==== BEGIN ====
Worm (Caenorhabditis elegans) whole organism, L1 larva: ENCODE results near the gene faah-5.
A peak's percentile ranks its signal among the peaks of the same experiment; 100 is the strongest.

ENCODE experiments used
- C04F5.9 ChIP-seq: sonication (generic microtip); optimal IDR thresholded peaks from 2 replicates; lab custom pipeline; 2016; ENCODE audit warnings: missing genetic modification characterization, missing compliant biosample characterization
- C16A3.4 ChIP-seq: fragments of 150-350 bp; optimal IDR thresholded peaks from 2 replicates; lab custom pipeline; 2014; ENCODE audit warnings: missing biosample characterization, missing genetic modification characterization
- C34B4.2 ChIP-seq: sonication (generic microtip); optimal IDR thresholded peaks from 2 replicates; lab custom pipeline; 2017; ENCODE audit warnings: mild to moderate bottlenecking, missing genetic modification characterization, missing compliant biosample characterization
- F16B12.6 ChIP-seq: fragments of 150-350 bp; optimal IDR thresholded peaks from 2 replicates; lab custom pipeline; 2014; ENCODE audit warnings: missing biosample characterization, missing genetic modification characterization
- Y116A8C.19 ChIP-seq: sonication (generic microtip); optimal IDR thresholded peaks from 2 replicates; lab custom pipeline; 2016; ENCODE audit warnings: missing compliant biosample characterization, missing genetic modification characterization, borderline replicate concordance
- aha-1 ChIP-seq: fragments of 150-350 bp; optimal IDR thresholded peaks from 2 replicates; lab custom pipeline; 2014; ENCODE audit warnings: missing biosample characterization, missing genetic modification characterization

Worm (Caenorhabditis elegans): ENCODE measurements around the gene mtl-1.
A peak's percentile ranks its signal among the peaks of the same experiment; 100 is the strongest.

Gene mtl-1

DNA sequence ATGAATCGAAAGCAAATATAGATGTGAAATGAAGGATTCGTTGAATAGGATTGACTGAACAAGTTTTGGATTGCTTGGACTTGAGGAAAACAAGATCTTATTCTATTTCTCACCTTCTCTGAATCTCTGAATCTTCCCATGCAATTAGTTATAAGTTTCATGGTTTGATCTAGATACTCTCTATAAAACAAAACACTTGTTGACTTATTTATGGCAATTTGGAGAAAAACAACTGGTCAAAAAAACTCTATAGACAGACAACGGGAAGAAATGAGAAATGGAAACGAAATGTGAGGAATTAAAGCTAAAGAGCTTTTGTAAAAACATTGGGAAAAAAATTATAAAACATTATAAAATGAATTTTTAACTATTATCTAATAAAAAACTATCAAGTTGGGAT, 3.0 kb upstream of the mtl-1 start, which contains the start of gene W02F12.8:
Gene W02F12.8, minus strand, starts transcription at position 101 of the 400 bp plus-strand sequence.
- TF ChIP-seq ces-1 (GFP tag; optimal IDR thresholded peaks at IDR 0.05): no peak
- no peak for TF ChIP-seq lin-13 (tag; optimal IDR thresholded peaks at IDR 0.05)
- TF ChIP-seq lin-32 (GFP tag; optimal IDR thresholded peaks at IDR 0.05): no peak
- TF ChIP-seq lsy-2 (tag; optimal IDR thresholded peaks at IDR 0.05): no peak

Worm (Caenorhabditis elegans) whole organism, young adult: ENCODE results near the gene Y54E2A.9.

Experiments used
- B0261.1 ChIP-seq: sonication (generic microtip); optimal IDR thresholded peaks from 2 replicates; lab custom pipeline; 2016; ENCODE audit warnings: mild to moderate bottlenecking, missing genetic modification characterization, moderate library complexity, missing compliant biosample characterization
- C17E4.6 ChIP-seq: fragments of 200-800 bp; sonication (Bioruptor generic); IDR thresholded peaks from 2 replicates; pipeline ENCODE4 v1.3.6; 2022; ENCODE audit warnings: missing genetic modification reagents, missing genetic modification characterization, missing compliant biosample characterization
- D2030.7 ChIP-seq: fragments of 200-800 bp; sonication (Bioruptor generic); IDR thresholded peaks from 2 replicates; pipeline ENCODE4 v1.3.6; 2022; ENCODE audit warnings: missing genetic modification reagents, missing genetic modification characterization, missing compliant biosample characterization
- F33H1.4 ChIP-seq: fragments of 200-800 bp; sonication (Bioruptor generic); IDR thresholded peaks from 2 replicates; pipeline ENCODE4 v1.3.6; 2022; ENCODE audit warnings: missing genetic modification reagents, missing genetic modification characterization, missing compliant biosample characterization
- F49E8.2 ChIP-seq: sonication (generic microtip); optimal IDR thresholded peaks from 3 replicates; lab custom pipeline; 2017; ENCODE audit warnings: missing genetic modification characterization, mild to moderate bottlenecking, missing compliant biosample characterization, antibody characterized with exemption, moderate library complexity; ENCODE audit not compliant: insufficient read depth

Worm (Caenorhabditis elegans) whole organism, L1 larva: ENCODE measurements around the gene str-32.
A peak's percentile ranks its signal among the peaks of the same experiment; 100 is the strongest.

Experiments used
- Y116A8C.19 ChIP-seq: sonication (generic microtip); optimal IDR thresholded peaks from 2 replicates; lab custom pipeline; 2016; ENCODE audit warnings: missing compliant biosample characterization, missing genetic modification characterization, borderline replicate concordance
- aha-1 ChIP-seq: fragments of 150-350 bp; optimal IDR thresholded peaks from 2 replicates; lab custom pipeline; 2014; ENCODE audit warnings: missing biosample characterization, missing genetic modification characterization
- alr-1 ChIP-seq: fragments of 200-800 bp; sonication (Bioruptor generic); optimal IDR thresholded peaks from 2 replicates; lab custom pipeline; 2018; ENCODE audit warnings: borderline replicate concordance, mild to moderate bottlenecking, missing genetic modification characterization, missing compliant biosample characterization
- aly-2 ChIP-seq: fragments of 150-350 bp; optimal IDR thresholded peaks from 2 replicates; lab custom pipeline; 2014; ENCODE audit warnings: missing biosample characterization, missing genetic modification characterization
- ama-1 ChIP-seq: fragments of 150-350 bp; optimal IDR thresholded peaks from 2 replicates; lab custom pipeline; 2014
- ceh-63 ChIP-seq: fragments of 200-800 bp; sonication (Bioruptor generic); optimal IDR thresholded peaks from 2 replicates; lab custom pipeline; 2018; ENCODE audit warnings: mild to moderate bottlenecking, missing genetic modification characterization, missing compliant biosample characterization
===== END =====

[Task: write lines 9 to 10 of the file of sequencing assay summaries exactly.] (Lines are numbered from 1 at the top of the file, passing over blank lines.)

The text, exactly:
- aha-1 ChIP-seq: fragments of 150-350 bp; optimal IDR thresholded peaks from 2 replicates; lab custom pipeline; 2014; ENCODE audit warnings: missing biosample characterization, missing genetic modification characterization

Worm (Caenorhabditis elegans): ENCODE measurements around the gene mtl-1.